YouTube removes Johnsburg school board meeting due to COVID-19 misinformation, then restores it | #coronavirus | #kids. | #children | #schools | #sextrafficing | #childsaftey


A live stream video from a Johnsburg District 12 Board of Education meeting on July 13, 2021, was removed from YouTube and then restored. | Provided Photo.

YouTube removed a video of a Johnsburg School District 12 Board of Education meeting due to COVID-19 misinformation but then restored the video after an appeal.

The Northwest Herald reported that YouTube removed the July 13 board meeting from its site last week.

The board meeting was tense at times as parents voiced their opinions on the school district’s mask policy for the upcoming school year.

“Our children are not the problem. Our children do not deserve to go through another sh–ty year and wear masks,” one parent told school officials during public comment.

Gary Rabine, who is running for the GOP nomination for Illinois governor, appeared at the board meeting.

“Children are not spreaders. Children can be physically harmed by wearing masks. Children are socially stunted by wearing a mask,” Rabine said.

Also during the meeting, one person claimed there were cardiac issues resulting from COVID-19 vaccines.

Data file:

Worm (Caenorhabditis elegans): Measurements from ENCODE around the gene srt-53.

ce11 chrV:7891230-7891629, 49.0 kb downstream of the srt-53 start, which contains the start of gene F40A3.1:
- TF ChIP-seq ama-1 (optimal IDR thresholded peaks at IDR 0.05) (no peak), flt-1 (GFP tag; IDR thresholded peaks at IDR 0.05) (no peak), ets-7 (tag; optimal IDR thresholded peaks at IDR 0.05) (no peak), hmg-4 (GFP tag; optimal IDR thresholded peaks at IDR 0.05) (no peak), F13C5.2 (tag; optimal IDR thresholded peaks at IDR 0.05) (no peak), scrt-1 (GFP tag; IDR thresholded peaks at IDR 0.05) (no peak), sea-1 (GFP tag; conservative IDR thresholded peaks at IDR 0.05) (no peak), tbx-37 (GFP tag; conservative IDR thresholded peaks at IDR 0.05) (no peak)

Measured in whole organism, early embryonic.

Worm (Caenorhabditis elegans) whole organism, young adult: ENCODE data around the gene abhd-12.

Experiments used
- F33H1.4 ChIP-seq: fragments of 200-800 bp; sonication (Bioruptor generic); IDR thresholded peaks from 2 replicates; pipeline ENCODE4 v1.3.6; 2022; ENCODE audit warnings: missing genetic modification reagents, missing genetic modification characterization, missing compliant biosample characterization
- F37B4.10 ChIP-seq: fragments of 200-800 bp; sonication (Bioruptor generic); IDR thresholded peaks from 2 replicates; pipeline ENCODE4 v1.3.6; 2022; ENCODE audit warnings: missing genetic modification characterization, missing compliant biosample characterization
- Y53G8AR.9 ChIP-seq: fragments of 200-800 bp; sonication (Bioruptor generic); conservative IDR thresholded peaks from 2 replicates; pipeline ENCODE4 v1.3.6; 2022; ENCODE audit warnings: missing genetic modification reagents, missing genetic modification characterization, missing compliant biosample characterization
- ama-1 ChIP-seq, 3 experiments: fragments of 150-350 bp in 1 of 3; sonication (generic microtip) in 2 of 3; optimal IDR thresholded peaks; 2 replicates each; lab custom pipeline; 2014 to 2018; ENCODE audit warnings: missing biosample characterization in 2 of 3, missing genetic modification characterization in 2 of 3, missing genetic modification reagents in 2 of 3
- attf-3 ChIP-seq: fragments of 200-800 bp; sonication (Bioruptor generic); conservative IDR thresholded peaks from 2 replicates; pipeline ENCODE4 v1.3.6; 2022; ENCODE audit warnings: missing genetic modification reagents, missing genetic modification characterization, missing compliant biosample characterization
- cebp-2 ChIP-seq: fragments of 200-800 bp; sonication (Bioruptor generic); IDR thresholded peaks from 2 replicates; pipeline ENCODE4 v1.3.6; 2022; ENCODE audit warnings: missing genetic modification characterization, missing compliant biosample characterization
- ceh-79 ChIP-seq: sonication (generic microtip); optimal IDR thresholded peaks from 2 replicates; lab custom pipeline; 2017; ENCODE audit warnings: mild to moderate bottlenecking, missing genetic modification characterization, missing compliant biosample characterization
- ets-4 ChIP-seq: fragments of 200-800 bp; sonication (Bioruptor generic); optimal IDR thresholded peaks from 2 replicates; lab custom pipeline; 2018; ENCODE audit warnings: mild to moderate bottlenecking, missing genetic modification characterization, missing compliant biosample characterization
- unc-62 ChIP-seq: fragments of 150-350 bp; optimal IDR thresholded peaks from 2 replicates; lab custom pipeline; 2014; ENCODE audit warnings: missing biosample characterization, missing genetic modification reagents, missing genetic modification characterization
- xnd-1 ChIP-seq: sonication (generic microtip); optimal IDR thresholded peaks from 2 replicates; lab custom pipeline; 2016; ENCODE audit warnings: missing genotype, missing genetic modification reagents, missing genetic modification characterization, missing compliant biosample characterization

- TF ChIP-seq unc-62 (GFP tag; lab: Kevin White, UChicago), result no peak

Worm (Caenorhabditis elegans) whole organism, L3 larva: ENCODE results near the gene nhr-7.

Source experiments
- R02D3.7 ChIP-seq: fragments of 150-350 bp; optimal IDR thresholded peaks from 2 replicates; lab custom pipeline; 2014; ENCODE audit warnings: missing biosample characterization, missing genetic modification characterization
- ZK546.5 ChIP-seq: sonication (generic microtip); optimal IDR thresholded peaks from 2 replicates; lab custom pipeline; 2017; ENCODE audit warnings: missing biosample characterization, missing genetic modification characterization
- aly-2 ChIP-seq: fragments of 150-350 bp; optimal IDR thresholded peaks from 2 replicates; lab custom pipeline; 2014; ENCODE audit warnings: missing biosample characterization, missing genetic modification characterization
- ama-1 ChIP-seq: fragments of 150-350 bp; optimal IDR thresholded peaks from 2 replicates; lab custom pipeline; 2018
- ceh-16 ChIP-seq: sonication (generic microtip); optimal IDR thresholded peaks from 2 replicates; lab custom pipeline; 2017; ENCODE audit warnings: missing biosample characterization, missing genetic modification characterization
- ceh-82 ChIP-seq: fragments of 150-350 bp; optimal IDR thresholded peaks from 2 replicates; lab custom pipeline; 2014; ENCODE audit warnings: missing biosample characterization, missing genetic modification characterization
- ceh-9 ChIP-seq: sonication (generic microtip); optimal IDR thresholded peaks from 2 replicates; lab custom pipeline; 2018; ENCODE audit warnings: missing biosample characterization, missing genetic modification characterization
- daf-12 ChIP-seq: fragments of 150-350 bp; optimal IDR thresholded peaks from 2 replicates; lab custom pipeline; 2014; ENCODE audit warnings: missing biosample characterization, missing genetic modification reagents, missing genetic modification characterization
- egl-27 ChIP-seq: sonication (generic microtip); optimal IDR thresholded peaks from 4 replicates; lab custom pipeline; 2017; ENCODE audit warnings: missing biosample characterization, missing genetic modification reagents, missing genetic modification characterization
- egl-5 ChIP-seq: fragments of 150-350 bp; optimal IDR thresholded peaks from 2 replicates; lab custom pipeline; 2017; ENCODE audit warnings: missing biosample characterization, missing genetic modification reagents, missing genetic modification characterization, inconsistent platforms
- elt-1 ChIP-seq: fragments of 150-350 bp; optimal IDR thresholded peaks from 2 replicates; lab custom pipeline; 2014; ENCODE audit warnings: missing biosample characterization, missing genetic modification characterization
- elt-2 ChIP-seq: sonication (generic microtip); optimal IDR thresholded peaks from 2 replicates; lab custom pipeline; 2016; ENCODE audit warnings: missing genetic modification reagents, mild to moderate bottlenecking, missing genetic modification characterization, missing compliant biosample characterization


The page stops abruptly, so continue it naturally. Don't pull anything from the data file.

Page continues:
YouTube’s policies say that the company does not allow content about COVID-19 “that poses a serious risk of egregious harm.”

“YouTube doesn’t allow content that spreads medical misinformation that contradicts local health authorities’ or the World Health Organization’s (WHO) medical information about COVID-19,” the policy says.

“This is limited to content that contradicts WHO or local health authorities’ guidance on treatment, prevention, diagnosis, transmission, social distancing and self-isolation guidelines, and the existence of COVID-19.”

 Johnsburg School District 12 said they were not told the exact policy that was violated and they appealed the removal of the video.

A YouTube spokesperson told the Northwest Herald in an emailed statement that the company was reinstating the video “upon further review.”

“We have policies in place to allow content that might otherwise violate our policies as long as it includes educational, documentary, scientific or artistic (EDSA) context. In line with our EDSA policies, the video is available again on YouTube,” the spokesperson said.



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